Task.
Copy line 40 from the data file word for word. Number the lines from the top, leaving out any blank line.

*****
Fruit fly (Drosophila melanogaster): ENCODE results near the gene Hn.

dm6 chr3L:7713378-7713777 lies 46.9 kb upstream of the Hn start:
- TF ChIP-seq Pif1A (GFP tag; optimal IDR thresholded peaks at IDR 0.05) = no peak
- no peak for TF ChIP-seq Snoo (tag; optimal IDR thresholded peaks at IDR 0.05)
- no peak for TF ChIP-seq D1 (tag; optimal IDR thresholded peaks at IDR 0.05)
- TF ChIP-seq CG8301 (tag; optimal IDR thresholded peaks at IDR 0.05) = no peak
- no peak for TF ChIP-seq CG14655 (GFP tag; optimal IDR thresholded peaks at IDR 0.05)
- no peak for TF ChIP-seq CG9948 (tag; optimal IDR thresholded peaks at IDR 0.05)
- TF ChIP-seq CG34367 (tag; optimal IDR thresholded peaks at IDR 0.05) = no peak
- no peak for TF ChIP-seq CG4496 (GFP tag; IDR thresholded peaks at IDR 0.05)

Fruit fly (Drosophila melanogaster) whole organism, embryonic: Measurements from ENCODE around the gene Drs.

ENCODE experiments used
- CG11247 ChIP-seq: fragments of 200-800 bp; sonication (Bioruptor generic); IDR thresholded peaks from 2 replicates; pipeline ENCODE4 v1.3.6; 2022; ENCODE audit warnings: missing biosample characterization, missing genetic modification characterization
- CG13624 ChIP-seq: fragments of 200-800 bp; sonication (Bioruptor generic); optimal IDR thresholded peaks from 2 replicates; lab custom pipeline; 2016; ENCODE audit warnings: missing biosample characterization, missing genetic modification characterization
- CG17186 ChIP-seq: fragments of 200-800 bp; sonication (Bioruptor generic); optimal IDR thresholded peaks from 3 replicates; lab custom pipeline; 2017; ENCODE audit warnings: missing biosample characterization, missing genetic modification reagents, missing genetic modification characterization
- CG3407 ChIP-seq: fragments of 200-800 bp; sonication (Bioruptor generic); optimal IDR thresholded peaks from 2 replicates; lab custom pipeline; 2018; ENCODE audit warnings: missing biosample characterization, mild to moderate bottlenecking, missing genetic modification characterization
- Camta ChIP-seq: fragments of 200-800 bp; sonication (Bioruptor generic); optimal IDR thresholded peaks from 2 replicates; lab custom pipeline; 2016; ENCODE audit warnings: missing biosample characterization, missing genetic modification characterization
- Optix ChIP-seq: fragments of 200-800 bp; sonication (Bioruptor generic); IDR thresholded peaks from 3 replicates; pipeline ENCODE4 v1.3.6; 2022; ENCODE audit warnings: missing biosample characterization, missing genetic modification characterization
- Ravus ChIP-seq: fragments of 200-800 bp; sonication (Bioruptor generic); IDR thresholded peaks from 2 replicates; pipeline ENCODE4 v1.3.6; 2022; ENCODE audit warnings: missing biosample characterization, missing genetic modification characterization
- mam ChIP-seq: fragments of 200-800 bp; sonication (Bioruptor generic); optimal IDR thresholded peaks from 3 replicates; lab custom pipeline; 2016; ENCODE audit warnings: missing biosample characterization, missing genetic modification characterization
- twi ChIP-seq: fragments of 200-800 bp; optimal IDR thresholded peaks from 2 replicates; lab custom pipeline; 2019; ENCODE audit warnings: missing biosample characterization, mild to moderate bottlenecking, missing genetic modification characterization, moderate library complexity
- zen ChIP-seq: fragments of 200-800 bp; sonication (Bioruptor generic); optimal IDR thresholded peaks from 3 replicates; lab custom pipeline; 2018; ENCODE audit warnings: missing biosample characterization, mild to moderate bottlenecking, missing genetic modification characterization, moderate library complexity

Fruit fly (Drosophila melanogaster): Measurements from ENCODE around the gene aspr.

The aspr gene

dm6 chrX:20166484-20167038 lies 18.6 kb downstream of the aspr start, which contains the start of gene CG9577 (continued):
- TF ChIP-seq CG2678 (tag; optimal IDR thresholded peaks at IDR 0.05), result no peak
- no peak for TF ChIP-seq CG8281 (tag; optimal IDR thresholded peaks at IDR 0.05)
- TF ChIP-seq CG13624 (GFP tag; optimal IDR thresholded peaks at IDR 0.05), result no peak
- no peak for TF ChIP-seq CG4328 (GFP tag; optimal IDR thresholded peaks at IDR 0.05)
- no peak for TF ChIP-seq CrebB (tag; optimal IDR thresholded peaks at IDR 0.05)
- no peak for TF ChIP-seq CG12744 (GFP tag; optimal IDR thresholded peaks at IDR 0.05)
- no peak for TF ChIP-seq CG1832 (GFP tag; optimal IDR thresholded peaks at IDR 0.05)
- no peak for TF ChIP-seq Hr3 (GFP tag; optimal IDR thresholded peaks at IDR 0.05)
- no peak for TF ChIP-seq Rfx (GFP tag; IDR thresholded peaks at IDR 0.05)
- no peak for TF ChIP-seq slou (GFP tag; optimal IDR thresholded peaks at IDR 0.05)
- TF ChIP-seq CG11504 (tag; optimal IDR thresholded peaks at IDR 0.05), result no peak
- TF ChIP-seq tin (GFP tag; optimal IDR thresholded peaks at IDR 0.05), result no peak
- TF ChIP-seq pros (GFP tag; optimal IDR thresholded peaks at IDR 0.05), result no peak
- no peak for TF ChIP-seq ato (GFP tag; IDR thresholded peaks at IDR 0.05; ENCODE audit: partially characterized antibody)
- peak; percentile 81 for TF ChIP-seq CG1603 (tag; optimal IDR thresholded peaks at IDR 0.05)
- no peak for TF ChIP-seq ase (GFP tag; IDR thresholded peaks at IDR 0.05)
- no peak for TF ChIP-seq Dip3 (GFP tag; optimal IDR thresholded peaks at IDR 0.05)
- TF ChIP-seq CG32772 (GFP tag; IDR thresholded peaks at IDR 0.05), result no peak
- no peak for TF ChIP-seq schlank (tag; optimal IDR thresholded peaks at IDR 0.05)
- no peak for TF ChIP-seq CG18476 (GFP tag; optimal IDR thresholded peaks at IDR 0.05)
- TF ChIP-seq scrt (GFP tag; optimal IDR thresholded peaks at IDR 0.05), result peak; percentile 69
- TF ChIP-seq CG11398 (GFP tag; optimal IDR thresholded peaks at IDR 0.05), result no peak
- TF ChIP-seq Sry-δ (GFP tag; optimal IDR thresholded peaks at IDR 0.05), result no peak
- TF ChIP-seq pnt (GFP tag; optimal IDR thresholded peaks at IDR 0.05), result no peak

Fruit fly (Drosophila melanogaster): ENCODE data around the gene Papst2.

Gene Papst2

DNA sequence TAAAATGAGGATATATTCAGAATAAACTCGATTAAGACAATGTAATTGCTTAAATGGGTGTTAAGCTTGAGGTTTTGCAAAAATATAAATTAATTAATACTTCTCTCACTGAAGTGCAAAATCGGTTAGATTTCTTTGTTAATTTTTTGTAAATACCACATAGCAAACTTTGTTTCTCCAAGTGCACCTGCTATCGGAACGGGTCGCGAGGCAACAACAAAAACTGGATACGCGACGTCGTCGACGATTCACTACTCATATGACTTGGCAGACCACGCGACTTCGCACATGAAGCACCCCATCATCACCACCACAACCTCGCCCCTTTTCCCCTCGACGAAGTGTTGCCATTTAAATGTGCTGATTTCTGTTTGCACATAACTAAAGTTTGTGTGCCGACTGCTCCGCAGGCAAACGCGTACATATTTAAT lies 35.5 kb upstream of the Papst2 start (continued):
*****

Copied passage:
- peak; percentile 81 for TF ChIP-seq CG1603 (tag; optimal IDR thresholded peaks at IDR 0.05)